AnnaG
#3
Stripped of any of the accoutrements of society, basic rights are water, food, shelter, and warmth. Any other rights are secondary to those.
If your airplane goes down in the bush and you are ok everyone else is dead, rights to freedom of speech, religion, sexual preference, etc. don't really amount to a lump of salt.
And what's more, god or nature or the universe or whatever you want to call it will snuff your right to life ina Noo Yawk Minit because you haven't even the right to life.
 
SirJosephPorter
No Party Affiliation
#4
Goober, you are confusing basic human rights with what countries around the world do or don’t do.

The basic human rights can be defined very succinctly.

Right to be treated as an equal with any other citizen.

Freedom of press, freedom of speech, freedom of religion, freedom to worship.

Other than this, there are no other basic human rights. These rights themselves are very broad in nature, and encompass many things. Thus those who discriminate against homosexuals, put them in prison, whatever are not obeying the basic human rights, in that they are not treating all the citizens equally.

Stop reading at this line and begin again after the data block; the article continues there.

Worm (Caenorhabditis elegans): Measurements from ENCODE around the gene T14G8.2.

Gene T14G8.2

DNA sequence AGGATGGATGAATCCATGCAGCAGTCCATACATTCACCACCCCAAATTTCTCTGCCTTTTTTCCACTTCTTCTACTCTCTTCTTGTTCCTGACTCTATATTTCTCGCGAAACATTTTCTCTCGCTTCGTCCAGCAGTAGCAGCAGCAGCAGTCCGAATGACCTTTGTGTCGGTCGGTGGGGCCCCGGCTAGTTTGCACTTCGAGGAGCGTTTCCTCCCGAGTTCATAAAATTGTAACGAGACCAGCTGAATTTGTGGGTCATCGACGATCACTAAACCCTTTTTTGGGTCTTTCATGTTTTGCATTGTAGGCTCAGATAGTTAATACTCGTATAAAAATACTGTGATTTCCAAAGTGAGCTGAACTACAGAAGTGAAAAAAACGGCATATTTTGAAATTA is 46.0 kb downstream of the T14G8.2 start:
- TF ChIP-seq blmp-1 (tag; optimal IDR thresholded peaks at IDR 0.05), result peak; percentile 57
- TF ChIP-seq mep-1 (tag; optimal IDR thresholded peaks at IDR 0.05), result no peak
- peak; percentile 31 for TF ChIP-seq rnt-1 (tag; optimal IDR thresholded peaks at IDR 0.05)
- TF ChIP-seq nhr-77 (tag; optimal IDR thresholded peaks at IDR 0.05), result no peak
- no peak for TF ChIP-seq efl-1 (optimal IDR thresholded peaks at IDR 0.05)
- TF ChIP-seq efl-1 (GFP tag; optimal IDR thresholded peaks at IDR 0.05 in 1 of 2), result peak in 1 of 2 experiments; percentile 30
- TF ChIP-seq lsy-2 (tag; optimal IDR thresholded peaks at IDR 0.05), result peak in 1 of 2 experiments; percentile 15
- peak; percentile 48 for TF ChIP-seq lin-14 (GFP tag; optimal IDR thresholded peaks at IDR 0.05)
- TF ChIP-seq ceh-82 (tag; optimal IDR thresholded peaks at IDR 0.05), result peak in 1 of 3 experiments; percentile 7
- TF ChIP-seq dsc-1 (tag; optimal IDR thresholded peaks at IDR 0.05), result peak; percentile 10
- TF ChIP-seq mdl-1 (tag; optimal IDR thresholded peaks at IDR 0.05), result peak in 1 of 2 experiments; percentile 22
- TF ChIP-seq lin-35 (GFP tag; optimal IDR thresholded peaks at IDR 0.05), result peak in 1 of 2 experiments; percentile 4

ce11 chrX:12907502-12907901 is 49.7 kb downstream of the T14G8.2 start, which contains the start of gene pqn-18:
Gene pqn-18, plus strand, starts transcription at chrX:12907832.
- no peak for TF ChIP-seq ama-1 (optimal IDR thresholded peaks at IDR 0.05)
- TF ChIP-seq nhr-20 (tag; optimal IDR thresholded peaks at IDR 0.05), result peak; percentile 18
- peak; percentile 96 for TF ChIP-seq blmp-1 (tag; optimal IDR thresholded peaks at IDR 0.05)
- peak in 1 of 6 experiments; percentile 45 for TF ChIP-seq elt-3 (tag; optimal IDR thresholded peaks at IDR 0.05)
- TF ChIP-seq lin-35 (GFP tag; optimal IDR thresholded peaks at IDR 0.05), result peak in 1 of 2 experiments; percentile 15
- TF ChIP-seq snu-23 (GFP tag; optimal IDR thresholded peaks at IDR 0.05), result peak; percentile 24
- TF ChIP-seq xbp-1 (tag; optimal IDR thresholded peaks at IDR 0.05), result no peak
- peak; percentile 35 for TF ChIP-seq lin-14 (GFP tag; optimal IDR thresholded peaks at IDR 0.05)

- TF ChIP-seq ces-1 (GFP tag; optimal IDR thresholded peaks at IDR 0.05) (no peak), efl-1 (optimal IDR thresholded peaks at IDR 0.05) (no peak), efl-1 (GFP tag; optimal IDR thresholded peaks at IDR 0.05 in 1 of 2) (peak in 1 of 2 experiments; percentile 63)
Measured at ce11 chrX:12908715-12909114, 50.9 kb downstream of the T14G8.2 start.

In my opinion, only those countries who permit gay marriage treat homosexuals equally with other citizens, those who permit civil unions (with all the rights and responsibilities of marriage) come close.

As to contraception and abortion, I think that can again come under equal rights for everybody. Men don’t have babies, so women also must have the right to refuse to have babies if they so choose (abortion and contraception). If women are forced to have babies, that does not give them equal rights with men.

Indeed, there are very few countries in the world which grant their citizens all the basic human rights.
 
AnnaG
#5
Quote: Originally Posted by SirJosephPorterView Post

Goober, you are confusing basic human rights with what countries around the world do or don’t do.